Personal Inventory and Reflections
February 25, 2020
February 25, 2020


Yoga as a practice is ancient. But today, doctors, psychologists, psychiatrists, psychotherapists, social workers, and other clinicians are embracing the healing powers of Yoga in clinical practice to treat everything from depression to food addiction to autism.

Yoga has been recognised as a legitimate treatment for depression and anxiety. More recent studies have shown that yoga increases the levels of the neurotransmitter gamma-aminobutyric acid (GABA) in the brain. This is significant because people who are suffering from stress, anxiety, depression, and substance abuse are all found to have low levels of GABA.

Yoga can treat this, regardless of which came first and what is causing the addiction: the underlying condition or the hijacked brain. A regular Yoga practice also helps people develop the discipline needed to succeed in 12-step programs, which often are used as the primary method of treatment for many substance users. The mindfulness practices taught in Yoga and the slow, controlled breathing are tools to help curb impulse control — something with which all substance abusers struggle.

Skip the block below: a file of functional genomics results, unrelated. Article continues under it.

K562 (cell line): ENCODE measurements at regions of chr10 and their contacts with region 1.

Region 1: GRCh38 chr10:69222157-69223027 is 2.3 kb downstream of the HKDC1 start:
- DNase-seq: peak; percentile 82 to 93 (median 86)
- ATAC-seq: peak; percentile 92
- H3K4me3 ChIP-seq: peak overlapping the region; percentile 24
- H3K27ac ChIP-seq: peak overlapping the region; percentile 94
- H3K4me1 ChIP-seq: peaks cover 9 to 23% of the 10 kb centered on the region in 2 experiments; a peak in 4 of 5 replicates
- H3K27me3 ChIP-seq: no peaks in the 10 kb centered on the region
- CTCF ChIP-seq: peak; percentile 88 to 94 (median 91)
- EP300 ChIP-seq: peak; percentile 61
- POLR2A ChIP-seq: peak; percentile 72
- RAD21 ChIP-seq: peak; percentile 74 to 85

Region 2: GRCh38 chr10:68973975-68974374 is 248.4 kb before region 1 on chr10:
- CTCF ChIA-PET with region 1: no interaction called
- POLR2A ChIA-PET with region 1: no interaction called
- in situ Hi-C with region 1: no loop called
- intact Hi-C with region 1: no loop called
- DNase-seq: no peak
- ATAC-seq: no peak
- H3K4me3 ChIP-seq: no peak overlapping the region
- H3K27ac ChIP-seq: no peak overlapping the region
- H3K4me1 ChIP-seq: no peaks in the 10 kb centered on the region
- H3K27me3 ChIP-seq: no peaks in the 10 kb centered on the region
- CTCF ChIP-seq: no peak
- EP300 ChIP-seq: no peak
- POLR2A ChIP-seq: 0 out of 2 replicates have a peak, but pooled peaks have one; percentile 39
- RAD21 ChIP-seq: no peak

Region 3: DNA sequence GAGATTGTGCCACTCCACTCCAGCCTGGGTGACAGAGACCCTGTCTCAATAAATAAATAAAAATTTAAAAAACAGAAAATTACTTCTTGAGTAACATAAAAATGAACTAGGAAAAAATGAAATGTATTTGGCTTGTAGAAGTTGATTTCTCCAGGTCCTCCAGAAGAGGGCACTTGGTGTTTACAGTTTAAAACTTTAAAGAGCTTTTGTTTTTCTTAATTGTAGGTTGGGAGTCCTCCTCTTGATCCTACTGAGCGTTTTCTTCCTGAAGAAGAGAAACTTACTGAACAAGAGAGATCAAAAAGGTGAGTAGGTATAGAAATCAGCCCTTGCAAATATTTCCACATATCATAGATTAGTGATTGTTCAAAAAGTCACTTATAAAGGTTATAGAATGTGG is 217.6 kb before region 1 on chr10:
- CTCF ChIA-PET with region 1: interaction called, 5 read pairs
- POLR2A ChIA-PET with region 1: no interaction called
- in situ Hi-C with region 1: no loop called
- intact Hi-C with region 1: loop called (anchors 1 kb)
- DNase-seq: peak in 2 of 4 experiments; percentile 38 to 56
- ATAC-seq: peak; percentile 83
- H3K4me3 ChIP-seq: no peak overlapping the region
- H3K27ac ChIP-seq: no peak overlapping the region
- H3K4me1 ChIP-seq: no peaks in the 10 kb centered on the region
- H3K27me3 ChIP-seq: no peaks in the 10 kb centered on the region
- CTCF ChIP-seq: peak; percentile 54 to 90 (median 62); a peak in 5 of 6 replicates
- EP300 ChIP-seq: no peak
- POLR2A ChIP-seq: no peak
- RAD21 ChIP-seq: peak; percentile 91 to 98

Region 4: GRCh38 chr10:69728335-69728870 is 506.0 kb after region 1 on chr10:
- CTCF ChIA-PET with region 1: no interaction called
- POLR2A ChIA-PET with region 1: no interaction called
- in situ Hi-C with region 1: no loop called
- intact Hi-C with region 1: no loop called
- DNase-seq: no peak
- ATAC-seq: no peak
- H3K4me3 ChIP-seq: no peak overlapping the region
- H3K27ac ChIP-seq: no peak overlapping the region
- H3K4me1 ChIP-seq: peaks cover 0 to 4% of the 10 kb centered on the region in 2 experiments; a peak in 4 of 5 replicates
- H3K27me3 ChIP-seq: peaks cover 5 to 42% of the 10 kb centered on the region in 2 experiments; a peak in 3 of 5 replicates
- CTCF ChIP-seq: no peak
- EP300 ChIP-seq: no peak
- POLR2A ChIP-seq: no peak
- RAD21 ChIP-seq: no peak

It also empowers clients, providing them with real-world tools they can use anytime, anywhere on their own because Yoga asanas (postures) and pranayama (breathing exercises) are readily accessible when a therapist or sponsor isn’t. People begin to learn the difference between pain and discomfort, to sit with discomfort instead of running from it as they experience different asanas. They are able to fully control their experience, modifying poses in ways that feel good for them and stopping when it hurts.

Yoga takes advantage of the brain’s neuroplasticity, which is often the same characteristic that makes change so difficult. Depression, anxiety, stress, and other negative emotions activate the body’s nervous system in addition to emotional regions of the brain. The body eventually settles into these patterns, and even if the mind has insight, the body will continue to activate these physiological patterns unless this insight is embodied—literally. While traditional therapies work only with the mind, Yoga works with the mind and body simultaneously, allowing for the embodiment of insights.

The effect of Yoga on neuroplasticity becomes even more important when the mind-body connection is further explored. Yoga also can have a positive effect on the lymphatic network, nervous system, and the immune system, all of which work together to play a role in emotional well-being and overall health.

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